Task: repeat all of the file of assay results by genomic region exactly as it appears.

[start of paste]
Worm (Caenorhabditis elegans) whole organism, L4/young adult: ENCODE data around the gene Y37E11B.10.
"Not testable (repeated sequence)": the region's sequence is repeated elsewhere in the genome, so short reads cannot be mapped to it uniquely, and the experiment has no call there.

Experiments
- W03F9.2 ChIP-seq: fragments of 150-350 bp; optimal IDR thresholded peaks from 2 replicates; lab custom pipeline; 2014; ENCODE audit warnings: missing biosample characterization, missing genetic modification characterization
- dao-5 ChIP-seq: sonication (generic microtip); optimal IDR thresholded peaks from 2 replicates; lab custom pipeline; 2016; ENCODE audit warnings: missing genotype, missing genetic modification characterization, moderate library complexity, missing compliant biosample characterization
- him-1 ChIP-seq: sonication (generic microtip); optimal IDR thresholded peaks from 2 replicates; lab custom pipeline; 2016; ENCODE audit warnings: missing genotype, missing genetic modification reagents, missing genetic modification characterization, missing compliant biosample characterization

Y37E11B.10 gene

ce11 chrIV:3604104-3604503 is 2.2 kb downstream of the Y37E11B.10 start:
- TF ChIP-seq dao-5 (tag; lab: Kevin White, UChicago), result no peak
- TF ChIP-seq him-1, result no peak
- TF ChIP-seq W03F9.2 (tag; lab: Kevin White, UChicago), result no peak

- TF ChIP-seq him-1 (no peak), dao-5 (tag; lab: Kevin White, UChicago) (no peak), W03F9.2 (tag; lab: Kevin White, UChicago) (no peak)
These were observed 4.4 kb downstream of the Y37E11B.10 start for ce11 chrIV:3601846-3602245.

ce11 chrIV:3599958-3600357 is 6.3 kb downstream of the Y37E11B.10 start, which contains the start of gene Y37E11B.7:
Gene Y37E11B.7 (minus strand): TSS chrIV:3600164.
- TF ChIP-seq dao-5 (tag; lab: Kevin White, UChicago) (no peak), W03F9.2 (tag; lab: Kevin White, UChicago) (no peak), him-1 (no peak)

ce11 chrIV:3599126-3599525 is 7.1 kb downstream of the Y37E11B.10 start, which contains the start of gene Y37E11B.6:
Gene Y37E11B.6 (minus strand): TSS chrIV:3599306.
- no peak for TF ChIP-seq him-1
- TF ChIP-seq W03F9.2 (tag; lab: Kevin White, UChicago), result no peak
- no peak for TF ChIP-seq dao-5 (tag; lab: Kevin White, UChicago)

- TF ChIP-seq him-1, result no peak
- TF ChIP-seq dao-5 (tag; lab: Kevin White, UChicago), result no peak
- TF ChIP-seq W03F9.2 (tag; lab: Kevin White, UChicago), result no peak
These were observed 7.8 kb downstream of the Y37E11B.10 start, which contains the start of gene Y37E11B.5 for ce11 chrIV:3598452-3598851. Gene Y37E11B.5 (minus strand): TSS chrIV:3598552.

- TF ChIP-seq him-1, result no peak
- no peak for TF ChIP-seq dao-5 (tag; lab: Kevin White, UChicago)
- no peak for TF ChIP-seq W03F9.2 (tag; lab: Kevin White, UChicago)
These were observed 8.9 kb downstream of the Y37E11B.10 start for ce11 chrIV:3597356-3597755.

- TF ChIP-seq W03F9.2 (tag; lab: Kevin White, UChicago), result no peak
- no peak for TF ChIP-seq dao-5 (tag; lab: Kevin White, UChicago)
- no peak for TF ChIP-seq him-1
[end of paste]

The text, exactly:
Worm (Caenorhabditis elegans) whole organism, L4/young adult: ENCODE data around the gene Y37E11B.10.
"Not testable (repeated sequence)": the region's sequence is repeated elsewhere in the genome, so short reads cannot be mapped to it uniquely, and the experiment has no call there.

Experiments
- W03F9.2 ChIP-seq: fragments of 150-350 bp; optimal IDR thresholded peaks from 2 replicates; lab custom pipeline; 2014; ENCODE audit warnings: missing biosample characterization, missing genetic modification characterization
- dao-5 ChIP-seq: sonication (generic microtip); optimal IDR thresholded peaks from 2 replicates; lab custom pipeline; 2016; ENCODE audit warnings: missing genotype, missing genetic modification characterization, moderate library complexity, missing compliant biosample characterization
- him-1 ChIP-seq: sonication (generic microtip); optimal IDR thresholded peaks from 2 replicates; lab custom pipeline; 2016; ENCODE audit warnings: missing genotype, missing genetic modification reagents, missing genetic modification characterization, missing compliant biosample characterization

Y37E11B.10 gene

ce11 chrIV:3604104-3604503 is 2.2 kb downstream of the Y37E11B.10 start:
- TF ChIP-seq dao-5 (tag; lab: Kevin White, UChicago), result no peak
- TF ChIP-seq him-1, result no peak
- TF ChIP-seq W03F9.2 (tag; lab: Kevin White, UChicago), result no peak

- TF ChIP-seq him-1 (no peak), dao-5 (tag; lab: Kevin White, UChicago) (no peak), W03F9.2 (tag; lab: Kevin White, UChicago) (no peak)
These were observed 4.4 kb downstream of the Y37E11B.10 start for ce11 chrIV:3601846-3602245.

ce11 chrIV:3599958-3600357 is 6.3 kb downstream of the Y37E11B.10 start, which contains the start of gene Y37E11B.7:
Gene Y37E11B.7 (minus strand): TSS chrIV:3600164.
- TF ChIP-seq dao-5 (tag; lab: Kevin White, UChicago) (no peak), W03F9.2 (tag; lab: Kevin White, UChicago) (no peak), him-1 (no peak)

ce11 chrIV:3599126-3599525 is 7.1 kb downstream of the Y37E11B.10 start, which contains the start of gene Y37E11B.6:
Gene Y37E11B.6 (minus strand): TSS chrIV:3599306.
- no peak for TF ChIP-seq him-1
- TF ChIP-seq W03F9.2 (tag; lab: Kevin White, UChicago), result no peak
- no peak for TF ChIP-seq dao-5 (tag; lab: Kevin White, UChicago)

- TF ChIP-seq him-1, result no peak
- TF ChIP-seq dao-5 (tag; lab: Kevin White, UChicago), result no peak
- TF ChIP-seq W03F9.2 (tag; lab: Kevin White, UChicago), result no peak
These were observed 7.8 kb downstream of the Y37E11B.10 start, which contains the start of gene Y37E11B.5 for ce11 chrIV:3598452-3598851. Gene Y37E11B.5 (minus strand): TSS chrIV:3598552.

- TF ChIP-seq him-1, result no peak
- no peak for TF ChIP-seq dao-5 (tag; lab: Kevin White, UChicago)
- no peak for TF ChIP-seq W03F9.2 (tag; lab: Kevin White, UChicago)
These were observed 8.9 kb downstream of the Y37E11B.10 start for ce11 chrIV:3597356-3597755.

- TF ChIP-seq W03F9.2 (tag; lab: Kevin White, UChicago), result no peak
- no peak for TF ChIP-seq dao-5 (tag; lab: Kevin White, UChicago)
- no peak for TF ChIP-seq him-1